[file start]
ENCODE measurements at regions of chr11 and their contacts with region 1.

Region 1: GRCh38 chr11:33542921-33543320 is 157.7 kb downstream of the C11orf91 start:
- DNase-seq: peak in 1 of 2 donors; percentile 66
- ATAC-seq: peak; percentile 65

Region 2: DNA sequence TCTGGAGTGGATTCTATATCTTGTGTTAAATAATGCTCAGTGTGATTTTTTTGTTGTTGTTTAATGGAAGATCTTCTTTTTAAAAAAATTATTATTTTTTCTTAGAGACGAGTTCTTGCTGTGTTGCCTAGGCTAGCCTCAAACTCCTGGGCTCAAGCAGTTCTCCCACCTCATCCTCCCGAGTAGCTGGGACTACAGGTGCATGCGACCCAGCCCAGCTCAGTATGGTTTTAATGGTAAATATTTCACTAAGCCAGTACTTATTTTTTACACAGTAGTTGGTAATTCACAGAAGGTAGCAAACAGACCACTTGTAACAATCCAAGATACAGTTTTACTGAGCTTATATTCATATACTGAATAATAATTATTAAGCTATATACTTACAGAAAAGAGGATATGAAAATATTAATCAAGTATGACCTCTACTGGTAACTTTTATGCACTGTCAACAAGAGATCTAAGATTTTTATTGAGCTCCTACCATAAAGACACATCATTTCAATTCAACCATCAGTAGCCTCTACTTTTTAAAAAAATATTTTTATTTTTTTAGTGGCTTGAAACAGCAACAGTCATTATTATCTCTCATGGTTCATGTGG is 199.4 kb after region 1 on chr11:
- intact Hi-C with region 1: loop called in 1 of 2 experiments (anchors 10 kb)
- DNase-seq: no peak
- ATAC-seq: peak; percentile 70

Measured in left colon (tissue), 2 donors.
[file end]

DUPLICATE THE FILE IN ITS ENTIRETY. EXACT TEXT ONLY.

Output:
ENCODE measurements at regions of chr11 and their contacts with region 1.

Region 1: GRCh38 chr11:33542921-33543320 is 157.7 kb downstream of the C11orf91 start:
- DNase-seq: peak in 1 of 2 donors; percentile 66
- ATAC-seq: peak; percentile 65

Region 2: DNA sequence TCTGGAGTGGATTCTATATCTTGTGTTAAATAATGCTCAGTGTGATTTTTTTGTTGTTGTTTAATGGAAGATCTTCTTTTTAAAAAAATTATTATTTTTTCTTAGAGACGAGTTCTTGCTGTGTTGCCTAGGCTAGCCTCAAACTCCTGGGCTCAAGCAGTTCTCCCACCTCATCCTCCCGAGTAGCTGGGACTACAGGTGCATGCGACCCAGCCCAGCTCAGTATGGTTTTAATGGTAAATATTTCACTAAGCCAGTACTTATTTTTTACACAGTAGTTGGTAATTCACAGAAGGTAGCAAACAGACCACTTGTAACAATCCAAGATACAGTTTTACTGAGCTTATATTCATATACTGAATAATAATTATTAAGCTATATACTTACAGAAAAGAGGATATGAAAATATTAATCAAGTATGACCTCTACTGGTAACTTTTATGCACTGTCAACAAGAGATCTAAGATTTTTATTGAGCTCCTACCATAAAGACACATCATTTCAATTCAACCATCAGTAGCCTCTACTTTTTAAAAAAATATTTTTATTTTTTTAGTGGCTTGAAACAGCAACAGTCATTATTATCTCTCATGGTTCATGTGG is 199.4 kb after region 1 on chr11:
- intact Hi-C with region 1: loop called in 1 of 2 experiments (anchors 10 kb)
- DNase-seq: no peak
- ATAC-seq: peak; percentile 70

Measured in left colon (tissue), 2 donors.